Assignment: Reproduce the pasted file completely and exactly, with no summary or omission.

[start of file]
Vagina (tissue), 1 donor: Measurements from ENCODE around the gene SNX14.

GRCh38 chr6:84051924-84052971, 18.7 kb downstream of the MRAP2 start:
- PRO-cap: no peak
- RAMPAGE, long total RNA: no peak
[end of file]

Vagina (tissue), 1 donor: Measurements from ENCODE around the gene SNX14.

GRCh38 chr6:84051924-84052971, 18.7 kb downstream of the MRAP2 start:
- PRO-cap: no peak
- RAMPAGE, long total RNA: no peak